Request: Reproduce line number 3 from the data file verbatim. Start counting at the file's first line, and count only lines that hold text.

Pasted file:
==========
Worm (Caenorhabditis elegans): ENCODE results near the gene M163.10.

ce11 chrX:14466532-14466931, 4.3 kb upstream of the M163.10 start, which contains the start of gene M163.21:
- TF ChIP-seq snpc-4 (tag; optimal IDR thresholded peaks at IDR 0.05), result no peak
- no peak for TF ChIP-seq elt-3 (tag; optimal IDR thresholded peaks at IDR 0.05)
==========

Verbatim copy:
- TF ChIP-seq snpc-4 (tag; optimal IDR thresholded peaks at IDR 0.05), result no peak